There’s a unique generational thing going on right now – the stuff that we enjoyed as kids is all cool again. I can’t think of many toys I had as a kid in the 1980s that represented brands and characters that my parents also loved as kids. The opposite is true for my son and I now – I can’t think of many brands and characters that my son and I don’t love together. This means that toy companies like Playskool are making toys for my son…but deviously so, they appeal to me too.
When my son is pretending to be a superhero, or playing with superhero action figures, his imagination is at its best. And when he’s engaging in superhero play around his friends, or even just a washed-up old dog like me, creativities collide and create something even better.
Let’s get this out of the way; a couple of weeks ago, Hasbro sent me some Iron Man 3 toys to play with: a bigger, motion-activated, talking Arc Strike Iron Man figure, and a couple of Iron Man Assemblers – little action figures whose arms and legs come off so you can mix-and-match them. Also, an Arc FX Gauntlet, which shoots foam discs and will leave a welt at point blank range.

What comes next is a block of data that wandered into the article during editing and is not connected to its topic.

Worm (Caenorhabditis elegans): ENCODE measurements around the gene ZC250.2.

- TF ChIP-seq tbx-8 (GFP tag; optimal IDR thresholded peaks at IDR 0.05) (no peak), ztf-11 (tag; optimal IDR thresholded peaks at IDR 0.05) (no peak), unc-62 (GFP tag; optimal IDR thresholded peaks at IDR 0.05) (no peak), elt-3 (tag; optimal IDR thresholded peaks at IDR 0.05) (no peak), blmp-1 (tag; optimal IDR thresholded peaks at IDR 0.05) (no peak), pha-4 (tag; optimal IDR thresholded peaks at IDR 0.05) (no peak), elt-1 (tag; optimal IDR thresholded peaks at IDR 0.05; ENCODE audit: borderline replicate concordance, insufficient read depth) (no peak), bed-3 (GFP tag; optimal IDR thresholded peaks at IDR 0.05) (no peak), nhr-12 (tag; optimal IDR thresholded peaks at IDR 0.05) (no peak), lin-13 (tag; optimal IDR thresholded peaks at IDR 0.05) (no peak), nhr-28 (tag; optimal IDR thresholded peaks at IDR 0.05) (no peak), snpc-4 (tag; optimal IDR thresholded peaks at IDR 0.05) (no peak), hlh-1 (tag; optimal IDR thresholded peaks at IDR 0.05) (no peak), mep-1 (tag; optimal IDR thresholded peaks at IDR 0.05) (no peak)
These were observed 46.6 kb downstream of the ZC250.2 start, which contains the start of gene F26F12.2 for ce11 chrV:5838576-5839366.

So one day, my son came home from preschool and handed me his Iron Man action figure that he’d brought in for share time. As he handed it over, he told me plainly that there’s no “Iron Man stuff allowed at school.” There had to be a story behind it, I thought. The statement evolved into a shrug and “no superhero stuff,” but we didn’t have much else to go by.